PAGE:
“I Am A Woman Phenomenally. Phenomenal Woman That’s Me”
by Vanessa Acheampong on Mar 01, 2021
March is Women’s History Month. A month designated by Congress, in 1987, to celebrate and recognize the accomplishments of women. This year has already been extremely monumental, as we celebrated the swearing-in of the first Black and Southeast Asian person and first-ever woman as Vice President of the United States. Women have been shattering glass ceilings for the last few years; however, even in 2021, women are still not always allowed to sit at the “table,” but I know that it is only a matter of time before that table is filled with women.
In celebration of women making history, you should head over to the Bookedbag, and grab a book protector to support the group of women behind this business. A group of women making history in their own rights, as they are part of only 40% of women in the United States who are business owners. More importantly, you will want to get the following books protected as I am sure they will become some of your new favorites.
I Am Malala: The Girl Who Stood Up for Education and Was Shot by the Taliban by Malala Yousafzai (2013) - In 2021, I am not sure if there is anyone who does not know at least part of Malala Yousafzai’s story. In 2012, Malala’s life was changed forever, and it was all because she chose to speak up for what she believed in and fight for what she knew was right. This book illustrates the aftermath of Malala’s shooting. Although they tried to silence her, Malala could not be silenced, and her voice has only become louder and stronger since 2012. As the saying goes, “if you educate a man you educate an individual, but if you educate a woman, you educate a whole nation,” and Malala Yousafzai is one woman who embodies this quote.
Half the Sky by Nicholas Kristof and Sheryl WuDunn (2009) - This book chronicles the journeys of Pulitzer Prize journalists, Nicolas Kristof and Sheryl WuDunn, as they travel around the world to shed light on the oppressive conditions many women live in today. Despite the heart-wrenching stories, Half the Sky, is a book about survival, overcoming obstacles, and the true strength of women. The women featured in this book are women who have decided that despite the horrific conditions they are faced with they will fight back to create a better world for not only themselves, but for those who come after them.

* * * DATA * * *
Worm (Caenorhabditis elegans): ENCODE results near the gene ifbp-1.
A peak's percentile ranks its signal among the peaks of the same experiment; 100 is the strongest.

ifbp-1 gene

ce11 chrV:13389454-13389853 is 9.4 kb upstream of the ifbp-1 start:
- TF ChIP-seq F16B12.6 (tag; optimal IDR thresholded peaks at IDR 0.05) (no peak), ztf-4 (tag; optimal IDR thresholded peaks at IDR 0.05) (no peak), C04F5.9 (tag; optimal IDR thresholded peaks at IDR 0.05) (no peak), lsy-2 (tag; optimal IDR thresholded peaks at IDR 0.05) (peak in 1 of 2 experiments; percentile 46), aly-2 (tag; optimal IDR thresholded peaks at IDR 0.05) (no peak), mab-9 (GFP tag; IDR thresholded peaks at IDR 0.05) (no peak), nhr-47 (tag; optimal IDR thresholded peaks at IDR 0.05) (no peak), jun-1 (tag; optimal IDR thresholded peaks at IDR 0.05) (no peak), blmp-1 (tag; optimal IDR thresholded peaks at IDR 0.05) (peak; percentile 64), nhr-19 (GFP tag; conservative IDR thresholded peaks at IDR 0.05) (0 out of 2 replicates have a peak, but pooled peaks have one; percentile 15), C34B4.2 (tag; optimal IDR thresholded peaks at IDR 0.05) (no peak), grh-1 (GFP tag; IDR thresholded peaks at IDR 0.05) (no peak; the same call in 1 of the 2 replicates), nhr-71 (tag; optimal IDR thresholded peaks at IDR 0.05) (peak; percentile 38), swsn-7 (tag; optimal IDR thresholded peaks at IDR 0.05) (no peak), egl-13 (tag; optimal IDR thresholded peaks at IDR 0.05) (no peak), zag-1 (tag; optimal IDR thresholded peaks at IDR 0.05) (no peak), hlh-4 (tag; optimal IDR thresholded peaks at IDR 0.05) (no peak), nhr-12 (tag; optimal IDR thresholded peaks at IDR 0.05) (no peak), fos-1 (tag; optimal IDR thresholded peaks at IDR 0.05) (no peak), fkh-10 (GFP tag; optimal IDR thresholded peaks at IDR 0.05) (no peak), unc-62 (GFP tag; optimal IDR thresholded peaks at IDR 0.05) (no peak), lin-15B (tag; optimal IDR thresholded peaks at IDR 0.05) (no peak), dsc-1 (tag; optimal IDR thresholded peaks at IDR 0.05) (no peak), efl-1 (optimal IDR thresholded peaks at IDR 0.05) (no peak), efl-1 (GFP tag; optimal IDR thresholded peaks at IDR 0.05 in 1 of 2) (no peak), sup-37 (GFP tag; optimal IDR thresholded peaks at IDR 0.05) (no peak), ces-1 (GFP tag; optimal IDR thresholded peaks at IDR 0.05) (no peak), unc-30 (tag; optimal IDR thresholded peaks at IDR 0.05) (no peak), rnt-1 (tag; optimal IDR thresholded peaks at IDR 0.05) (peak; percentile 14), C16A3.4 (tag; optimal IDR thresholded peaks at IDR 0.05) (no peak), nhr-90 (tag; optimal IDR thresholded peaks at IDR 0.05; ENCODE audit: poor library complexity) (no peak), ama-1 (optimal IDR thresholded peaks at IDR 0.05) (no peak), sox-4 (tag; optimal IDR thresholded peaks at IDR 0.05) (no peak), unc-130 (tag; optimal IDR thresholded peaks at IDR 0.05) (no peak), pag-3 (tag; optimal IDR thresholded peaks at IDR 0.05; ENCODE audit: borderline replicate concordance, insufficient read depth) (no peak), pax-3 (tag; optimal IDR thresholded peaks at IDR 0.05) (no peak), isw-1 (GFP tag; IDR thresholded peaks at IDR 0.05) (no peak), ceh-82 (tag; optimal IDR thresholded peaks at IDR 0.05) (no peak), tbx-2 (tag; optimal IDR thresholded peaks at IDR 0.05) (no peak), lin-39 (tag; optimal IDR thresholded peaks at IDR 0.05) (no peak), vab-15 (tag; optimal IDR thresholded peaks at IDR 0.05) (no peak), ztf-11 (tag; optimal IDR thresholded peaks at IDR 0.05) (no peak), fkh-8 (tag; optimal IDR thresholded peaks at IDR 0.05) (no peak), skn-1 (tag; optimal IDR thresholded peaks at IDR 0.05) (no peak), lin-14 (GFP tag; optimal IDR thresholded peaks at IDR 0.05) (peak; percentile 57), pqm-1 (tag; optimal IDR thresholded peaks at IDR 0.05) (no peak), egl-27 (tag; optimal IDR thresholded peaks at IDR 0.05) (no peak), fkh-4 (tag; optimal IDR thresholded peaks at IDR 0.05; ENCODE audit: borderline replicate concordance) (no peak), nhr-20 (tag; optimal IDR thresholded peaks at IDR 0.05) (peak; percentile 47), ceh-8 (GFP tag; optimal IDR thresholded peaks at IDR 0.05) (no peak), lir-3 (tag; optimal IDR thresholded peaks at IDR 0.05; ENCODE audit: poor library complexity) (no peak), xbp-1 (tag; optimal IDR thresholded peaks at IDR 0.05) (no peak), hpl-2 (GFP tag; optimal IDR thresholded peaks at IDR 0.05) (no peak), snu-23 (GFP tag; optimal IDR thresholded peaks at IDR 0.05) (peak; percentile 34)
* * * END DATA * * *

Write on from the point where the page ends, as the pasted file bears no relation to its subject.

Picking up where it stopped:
I’m Not Dying With You Tonight by Kimblery Jones and Gilly Segal (2019) - As a high school English teacher, I am always looking for new YA books to introduce to my students, and this book has been on my list for quite some time because of the unique way it is written. This book follows two high school girls, Lena, the popular girl who loves fashion and standing out in a crowd, and Campbell, the new girl who is struggling to find her place in her school. The two girls are forced to rely on each other to survive what starts as a typical Friday night but quickly explodes from built-up tension due to hate and violence within the community. As Lena and Campbell fight for their survival, they are also confronted with unpacking issues like prejudice, biases, and what defines right and wrong. What makes this book different from other similar YA novels that explore the plight of today's black and brown teenagers from urban cities, is that it follows two girls, one black and one white. As the girls explore the aforementioned issues together, each chapter goes back and forth from Lena’s perspective to Campbell’s perspective. The authors, one black, Kimberly Jones and one white, Gilly Segal, provide a unique and what appears to be a very authentic experience for readers with the way this book has been written.